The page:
Prior to the 1954 Brown v. Board of Education Supreme Court decision which forced districts to integrate schools, Black students in Kirkwood attended one of two elementary schools: Booker T. Washington School, which closed in 1950, or J. Milton Turner School. Wallace Ward, former KSD school board president and current Kirkwood City Council member, had a sister who attended segregated schools in Kirkwood. He attended elementary school after integration. Ward said the district’s boundary issues stem from years of overcrowding and efforts to achieve racial balance in schools in the early 1970s.

“If you look at the social network that [was] found around our schools, that was the concept of [a] neighborhood school – your family was clustered around schools where everybody went to school and the families knew each other and parents knew each other,” Ward said. “Well, those families [in Meacham Park] lost that connectivity. And we continue to do that today.”

“[Students] are more comfortable having other people who look like them, sound like them, have the same cultural expectations and backgrounds – that creates a safer environment for them. When you split them up, you’re actually diffusing the social safety net that they have.”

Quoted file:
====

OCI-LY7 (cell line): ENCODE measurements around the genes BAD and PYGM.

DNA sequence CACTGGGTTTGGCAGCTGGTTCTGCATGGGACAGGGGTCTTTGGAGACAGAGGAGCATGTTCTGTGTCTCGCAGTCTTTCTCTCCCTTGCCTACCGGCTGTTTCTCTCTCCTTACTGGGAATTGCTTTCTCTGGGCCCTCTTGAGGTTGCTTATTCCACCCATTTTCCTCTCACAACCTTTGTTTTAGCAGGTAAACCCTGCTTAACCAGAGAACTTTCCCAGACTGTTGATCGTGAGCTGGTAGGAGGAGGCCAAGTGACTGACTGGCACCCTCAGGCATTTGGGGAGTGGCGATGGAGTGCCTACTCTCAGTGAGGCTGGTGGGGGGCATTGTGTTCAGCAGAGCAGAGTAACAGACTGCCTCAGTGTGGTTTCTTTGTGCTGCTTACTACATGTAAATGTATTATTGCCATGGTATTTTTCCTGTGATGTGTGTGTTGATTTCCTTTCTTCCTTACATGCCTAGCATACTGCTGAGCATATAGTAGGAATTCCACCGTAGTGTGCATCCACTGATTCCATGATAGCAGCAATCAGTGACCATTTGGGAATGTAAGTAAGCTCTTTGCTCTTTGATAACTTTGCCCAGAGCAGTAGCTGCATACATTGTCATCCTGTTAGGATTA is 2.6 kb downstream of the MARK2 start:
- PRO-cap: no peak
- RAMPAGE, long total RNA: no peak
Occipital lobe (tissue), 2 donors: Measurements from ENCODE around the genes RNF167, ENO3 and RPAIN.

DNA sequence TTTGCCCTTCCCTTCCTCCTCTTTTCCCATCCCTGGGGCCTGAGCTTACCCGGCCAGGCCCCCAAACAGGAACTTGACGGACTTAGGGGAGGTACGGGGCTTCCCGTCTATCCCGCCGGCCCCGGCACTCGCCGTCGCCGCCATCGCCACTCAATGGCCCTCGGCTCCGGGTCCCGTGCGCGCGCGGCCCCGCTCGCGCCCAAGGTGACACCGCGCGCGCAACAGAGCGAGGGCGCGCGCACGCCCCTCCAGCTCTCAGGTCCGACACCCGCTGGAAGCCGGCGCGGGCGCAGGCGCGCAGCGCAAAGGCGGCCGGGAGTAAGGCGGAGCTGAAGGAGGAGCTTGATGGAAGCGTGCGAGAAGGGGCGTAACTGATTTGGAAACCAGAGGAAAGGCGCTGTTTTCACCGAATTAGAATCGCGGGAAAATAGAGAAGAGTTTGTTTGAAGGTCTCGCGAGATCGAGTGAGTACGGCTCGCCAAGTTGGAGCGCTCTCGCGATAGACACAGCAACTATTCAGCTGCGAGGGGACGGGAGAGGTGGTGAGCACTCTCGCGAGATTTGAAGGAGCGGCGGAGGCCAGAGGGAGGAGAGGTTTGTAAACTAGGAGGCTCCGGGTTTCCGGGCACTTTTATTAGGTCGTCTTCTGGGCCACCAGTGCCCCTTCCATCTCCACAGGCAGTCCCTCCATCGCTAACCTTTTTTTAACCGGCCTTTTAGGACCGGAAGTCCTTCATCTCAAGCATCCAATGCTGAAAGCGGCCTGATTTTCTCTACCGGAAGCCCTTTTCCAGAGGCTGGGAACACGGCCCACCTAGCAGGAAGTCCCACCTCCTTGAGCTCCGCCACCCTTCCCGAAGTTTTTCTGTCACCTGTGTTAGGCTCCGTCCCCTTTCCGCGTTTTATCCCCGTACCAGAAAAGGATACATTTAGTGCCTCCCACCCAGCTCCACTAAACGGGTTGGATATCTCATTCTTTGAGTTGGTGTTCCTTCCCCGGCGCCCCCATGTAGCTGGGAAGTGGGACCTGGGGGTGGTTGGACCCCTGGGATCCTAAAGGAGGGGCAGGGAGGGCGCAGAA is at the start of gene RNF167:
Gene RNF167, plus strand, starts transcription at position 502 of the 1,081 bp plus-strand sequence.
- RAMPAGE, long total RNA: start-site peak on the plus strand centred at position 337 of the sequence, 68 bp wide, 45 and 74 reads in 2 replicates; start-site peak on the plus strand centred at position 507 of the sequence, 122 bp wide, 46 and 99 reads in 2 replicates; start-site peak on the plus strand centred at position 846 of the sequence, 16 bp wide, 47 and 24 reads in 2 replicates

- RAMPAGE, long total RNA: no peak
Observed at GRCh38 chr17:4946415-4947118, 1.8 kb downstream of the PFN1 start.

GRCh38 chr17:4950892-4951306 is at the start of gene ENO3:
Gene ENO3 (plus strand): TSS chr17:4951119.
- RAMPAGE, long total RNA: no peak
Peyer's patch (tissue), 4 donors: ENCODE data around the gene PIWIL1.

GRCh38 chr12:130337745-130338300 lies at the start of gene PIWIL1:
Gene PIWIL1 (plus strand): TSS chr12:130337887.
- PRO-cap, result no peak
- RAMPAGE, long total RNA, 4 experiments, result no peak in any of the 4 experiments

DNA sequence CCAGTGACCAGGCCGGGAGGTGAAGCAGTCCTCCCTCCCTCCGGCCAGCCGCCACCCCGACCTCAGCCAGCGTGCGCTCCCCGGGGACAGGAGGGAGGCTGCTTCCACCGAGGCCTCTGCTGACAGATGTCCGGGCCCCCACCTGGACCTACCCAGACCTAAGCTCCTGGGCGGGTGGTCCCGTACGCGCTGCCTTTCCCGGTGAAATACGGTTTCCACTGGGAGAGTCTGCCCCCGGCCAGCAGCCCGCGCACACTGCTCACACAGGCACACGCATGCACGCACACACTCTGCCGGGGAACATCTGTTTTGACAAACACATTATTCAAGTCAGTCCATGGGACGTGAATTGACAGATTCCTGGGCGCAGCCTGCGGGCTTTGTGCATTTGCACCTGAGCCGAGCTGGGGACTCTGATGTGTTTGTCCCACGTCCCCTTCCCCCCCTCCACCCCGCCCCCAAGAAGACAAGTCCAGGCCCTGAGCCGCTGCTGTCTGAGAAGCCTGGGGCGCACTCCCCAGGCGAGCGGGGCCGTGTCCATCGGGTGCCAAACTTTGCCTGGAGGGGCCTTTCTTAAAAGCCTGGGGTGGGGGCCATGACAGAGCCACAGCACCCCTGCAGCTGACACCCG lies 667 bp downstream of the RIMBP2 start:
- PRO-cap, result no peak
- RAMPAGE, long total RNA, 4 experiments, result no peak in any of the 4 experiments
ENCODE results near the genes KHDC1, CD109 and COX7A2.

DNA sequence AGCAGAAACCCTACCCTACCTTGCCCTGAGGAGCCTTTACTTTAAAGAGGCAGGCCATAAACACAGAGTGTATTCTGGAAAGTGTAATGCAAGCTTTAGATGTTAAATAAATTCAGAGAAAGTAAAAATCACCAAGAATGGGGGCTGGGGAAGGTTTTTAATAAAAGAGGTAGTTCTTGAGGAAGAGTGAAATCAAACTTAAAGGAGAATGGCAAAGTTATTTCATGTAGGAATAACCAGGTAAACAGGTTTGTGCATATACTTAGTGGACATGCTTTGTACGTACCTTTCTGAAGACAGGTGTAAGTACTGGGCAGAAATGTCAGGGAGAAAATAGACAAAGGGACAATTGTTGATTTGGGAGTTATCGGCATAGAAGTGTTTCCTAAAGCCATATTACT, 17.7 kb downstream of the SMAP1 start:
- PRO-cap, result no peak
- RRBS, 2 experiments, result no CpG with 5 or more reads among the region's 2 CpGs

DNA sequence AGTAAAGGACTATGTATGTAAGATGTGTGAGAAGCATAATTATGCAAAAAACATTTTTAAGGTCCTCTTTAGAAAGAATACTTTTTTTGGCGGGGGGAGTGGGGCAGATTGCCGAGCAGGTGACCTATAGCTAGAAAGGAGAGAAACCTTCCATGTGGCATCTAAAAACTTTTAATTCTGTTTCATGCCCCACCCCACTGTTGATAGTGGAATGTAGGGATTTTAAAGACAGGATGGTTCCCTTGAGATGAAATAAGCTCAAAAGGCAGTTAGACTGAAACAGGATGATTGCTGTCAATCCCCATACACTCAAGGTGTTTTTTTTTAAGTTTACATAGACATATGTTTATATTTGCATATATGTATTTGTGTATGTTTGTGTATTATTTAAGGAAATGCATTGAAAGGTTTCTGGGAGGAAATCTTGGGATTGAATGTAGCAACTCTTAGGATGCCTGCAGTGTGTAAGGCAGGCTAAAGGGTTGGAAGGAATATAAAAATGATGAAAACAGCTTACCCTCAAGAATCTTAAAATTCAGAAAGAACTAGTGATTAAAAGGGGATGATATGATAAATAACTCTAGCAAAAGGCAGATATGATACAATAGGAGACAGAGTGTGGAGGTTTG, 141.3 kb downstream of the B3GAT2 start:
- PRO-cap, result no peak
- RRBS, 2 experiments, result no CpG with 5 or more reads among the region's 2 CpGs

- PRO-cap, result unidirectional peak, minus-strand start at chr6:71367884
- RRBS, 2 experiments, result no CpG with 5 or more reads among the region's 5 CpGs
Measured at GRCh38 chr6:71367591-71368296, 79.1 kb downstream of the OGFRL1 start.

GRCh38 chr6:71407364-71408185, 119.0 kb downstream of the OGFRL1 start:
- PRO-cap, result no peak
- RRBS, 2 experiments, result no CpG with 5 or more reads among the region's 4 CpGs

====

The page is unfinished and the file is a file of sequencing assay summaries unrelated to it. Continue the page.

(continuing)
— Bum Yong Kim

Proposition R, a zero-tax rate increase bond proposed by KSD, will be on the ballot April 6. The proposition includes expanding some elementary schools and redrawing current school boundary lines to account for overcrowding. This provides the district with the opportunity to change the way they divide Meacham Park. However, this is easier said than done and might not even appeal to every Meacham Park resident, according to Ward.

“It’s a hard thing,” Ward said. “There’s not an easy fix because those families who are in Meacham Park, some of them are just as attached to going to North Glendale and would hate the idea of moving from there. So it’s a very complex problem and I think the district’s [going to] have its hands full trying to compromise to meet those issues that those families have. Anybody who served on a school board will tell you that one of the hardest things you can do is [draw] new attendance boundaries. It is always fraught with a lot of emotional peril.”

Shaquari Jackson, junior, lives in Meacham Park and attended Robinson Elementary. She said readjusting the boundary lines would help Meacham Park students academically by allowing them to help one another with homework. However, thanks to the tight-knit community in Meacham Park, she doesn’t think it will make much of a change socially.

“I always thought [going to different schools] was weird, but it didn’t really matter to me, because we have a park,” Jackson said. “After school, everybody would just always go to the park, so we still knew each other. We all got out at the same time and we’d all see each other get off the bus. We knew each other because we lived in the same neighborhood.”